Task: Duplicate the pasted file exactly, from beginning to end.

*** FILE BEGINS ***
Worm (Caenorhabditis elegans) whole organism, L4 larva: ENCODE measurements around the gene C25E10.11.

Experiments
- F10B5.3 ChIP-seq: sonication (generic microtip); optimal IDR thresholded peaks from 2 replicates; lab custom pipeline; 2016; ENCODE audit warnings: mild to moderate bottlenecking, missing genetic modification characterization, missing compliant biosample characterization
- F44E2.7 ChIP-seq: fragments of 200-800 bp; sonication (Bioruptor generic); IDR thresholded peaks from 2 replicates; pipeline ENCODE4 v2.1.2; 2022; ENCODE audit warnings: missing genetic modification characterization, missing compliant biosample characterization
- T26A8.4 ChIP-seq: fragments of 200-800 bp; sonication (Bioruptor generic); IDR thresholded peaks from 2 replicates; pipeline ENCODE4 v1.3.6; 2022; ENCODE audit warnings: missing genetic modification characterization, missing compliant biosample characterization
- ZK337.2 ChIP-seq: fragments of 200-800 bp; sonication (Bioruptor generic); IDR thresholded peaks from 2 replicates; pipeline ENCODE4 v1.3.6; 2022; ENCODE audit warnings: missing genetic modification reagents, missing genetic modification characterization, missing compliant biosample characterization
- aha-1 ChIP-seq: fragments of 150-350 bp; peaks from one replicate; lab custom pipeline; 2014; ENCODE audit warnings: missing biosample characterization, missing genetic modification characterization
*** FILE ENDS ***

Worm (Caenorhabditis elegans) whole organism, L4 larva: ENCODE measurements around the gene C25E10.11.

Experiments
- F10B5.3 ChIP-seq: sonication (generic microtip); optimal IDR thresholded peaks from 2 replicates; lab custom pipeline; 2016; ENCODE audit warnings: mild to moderate bottlenecking, missing genetic modification characterization, missing compliant biosample characterization
- F44E2.7 ChIP-seq: fragments of 200-800 bp; sonication (Bioruptor generic); IDR thresholded peaks from 2 replicates; pipeline ENCODE4 v2.1.2; 2022; ENCODE audit warnings: missing genetic modification characterization, missing compliant biosample characterization
- T26A8.4 ChIP-seq: fragments of 200-800 bp; sonication (Bioruptor generic); IDR thresholded peaks from 2 replicates; pipeline ENCODE4 v1.3.6; 2022; ENCODE audit warnings: missing genetic modification characterization, missing compliant biosample characterization
- ZK337.2 ChIP-seq: fragments of 200-800 bp; sonication (Bioruptor generic); IDR thresholded peaks from 2 replicates; pipeline ENCODE4 v1.3.6; 2022; ENCODE audit warnings: missing genetic modification reagents, missing genetic modification characterization, missing compliant biosample characterization
- aha-1 ChIP-seq: fragments of 150-350 bp; peaks from one replicate; lab custom pipeline; 2014; ENCODE audit warnings: missing biosample characterization, missing genetic modification characterization